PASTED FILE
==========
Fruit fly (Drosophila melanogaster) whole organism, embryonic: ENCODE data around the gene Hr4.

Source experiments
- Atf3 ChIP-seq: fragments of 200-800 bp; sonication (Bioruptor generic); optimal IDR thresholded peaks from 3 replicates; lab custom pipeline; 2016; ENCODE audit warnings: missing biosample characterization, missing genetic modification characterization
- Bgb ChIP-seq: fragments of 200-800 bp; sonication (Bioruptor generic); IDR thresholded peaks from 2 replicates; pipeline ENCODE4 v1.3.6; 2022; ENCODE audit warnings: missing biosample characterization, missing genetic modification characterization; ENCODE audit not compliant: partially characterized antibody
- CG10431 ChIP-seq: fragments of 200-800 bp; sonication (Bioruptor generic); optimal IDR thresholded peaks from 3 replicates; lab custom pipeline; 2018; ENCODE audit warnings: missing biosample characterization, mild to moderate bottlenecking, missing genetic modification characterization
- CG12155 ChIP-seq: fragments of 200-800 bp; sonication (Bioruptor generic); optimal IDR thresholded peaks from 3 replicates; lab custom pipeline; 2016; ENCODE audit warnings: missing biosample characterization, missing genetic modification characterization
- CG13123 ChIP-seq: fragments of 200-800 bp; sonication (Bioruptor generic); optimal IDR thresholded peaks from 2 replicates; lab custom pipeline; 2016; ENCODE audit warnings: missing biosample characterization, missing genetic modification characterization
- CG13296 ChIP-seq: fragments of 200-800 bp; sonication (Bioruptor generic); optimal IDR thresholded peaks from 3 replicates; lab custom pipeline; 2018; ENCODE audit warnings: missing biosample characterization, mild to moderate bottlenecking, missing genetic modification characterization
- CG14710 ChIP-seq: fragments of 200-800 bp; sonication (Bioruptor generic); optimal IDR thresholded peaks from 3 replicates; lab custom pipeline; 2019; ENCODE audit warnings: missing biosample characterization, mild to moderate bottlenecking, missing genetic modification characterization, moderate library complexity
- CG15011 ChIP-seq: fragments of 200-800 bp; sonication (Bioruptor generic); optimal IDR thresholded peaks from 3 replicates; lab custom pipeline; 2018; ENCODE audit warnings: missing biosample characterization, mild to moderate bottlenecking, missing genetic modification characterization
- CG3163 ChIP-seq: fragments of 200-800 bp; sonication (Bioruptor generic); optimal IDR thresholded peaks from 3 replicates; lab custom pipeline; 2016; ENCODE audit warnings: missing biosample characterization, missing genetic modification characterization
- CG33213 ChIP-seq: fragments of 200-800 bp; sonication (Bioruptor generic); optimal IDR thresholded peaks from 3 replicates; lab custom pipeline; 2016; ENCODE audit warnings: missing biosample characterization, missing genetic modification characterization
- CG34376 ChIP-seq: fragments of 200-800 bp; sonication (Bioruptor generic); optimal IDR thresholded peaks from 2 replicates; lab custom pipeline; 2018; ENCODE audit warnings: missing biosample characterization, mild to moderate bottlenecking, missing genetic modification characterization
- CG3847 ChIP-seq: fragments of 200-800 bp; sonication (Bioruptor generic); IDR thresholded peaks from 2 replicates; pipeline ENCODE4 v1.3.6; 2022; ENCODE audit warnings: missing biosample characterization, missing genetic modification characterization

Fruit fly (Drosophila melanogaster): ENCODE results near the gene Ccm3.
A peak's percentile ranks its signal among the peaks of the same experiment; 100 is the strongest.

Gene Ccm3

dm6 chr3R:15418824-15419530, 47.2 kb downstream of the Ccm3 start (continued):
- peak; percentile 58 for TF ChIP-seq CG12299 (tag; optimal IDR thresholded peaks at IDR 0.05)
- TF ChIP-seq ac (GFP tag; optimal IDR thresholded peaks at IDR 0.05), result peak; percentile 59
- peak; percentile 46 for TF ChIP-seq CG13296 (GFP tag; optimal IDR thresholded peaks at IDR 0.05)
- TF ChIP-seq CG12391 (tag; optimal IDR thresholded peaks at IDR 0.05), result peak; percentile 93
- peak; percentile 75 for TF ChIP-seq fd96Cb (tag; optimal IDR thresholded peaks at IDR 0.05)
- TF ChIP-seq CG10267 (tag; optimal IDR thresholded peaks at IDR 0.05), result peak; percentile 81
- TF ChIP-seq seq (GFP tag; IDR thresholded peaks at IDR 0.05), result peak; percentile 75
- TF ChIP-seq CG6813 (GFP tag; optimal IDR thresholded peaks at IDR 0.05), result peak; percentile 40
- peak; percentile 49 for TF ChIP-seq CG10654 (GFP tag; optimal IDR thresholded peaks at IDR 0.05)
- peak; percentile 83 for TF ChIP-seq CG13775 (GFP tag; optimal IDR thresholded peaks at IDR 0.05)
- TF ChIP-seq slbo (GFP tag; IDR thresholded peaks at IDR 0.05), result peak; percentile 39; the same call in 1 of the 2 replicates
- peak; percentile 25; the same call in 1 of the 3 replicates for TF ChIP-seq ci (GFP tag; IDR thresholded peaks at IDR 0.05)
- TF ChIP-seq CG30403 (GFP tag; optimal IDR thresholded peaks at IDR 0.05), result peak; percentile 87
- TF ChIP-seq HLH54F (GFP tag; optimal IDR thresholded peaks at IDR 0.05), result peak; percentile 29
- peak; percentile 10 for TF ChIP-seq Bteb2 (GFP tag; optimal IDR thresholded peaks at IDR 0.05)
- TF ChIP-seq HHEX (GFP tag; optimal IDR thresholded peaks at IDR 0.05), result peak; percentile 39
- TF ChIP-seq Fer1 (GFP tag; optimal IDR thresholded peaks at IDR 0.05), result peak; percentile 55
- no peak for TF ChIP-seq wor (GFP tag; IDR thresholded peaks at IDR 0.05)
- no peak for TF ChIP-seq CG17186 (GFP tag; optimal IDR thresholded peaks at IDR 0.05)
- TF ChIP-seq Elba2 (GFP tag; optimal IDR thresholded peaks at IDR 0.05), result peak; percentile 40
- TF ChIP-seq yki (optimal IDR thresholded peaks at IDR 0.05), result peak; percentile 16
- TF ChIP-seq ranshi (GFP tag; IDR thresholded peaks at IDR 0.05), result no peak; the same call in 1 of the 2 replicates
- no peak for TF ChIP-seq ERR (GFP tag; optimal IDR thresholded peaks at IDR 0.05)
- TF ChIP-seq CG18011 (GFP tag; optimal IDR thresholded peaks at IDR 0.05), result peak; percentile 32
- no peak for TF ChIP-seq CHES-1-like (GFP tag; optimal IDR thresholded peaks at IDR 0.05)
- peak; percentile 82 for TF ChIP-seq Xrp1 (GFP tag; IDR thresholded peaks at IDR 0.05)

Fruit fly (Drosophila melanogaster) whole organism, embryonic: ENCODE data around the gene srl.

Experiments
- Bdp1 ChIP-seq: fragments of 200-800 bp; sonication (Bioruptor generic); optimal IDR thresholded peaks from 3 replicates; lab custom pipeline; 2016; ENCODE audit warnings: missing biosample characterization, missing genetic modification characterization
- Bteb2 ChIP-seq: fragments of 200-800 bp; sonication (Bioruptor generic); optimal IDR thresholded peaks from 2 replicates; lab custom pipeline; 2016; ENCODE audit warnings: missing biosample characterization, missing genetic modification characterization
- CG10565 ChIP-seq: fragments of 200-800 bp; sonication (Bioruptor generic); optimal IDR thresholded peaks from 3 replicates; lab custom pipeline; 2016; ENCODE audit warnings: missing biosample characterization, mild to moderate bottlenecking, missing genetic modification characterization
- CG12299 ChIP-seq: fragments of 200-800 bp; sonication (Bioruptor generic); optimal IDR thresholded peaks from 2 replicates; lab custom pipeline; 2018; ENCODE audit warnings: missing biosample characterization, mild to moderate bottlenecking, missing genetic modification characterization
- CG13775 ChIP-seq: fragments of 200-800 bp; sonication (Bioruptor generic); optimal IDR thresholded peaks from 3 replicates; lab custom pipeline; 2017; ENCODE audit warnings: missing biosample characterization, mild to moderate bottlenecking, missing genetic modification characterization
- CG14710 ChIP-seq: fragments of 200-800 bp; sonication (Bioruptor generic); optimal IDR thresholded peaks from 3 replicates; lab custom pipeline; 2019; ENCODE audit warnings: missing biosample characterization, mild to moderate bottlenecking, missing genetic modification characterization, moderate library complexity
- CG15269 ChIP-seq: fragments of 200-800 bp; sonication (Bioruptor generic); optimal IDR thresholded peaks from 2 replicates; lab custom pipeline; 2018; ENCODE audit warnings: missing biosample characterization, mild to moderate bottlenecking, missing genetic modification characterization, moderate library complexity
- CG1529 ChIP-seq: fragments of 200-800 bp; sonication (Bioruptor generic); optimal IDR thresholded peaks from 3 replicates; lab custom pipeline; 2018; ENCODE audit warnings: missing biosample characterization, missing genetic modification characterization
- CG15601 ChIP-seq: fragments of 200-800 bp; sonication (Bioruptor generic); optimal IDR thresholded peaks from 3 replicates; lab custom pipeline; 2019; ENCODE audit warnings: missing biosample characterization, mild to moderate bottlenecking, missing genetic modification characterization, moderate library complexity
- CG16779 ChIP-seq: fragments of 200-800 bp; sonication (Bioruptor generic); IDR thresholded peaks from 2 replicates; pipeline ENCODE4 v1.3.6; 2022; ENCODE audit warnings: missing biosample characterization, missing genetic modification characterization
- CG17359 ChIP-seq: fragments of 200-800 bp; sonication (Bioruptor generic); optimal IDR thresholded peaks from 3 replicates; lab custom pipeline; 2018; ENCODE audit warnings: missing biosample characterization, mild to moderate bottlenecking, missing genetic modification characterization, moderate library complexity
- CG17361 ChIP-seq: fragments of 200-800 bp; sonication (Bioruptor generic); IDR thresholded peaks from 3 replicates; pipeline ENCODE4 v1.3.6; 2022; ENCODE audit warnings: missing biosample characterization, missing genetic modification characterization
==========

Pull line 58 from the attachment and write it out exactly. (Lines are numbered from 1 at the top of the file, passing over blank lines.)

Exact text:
- CG17361 ChIP-seq: fragments of 200-800 bp; sonication (Bioruptor generic); IDR thresholded peaks from 3 replicates; pipeline ENCODE4 v1.3.6; 2022; ENCODE audit warnings: missing biosample characterization, missing genetic modification characterization